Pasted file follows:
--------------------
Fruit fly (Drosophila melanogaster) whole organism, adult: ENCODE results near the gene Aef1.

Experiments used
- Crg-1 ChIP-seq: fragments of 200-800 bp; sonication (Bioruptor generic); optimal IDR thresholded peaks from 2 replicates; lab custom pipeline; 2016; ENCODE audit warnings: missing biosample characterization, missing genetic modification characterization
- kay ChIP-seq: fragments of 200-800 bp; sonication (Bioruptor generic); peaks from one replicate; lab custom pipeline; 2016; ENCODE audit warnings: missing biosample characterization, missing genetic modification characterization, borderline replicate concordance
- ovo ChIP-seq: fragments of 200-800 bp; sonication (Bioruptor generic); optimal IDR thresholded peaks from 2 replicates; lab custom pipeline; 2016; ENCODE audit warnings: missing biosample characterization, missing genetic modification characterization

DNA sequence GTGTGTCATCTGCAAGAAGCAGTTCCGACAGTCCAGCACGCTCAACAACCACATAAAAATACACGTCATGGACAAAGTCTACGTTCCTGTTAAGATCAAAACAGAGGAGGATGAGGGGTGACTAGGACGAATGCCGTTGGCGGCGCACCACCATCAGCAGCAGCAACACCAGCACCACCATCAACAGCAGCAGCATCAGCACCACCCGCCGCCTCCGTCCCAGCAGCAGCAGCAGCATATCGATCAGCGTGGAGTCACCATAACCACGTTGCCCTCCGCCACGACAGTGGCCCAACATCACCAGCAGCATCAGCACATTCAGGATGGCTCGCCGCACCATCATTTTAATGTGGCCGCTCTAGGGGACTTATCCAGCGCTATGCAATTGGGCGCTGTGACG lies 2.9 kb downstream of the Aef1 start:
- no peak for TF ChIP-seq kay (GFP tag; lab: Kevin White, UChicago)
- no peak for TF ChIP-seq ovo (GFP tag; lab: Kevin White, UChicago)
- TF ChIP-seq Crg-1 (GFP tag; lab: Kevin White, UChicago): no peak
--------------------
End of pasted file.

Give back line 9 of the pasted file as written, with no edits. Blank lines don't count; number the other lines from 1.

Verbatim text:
- TF ChIP-seq Crg-1 (GFP tag; lab: Kevin White, UChicago): no peak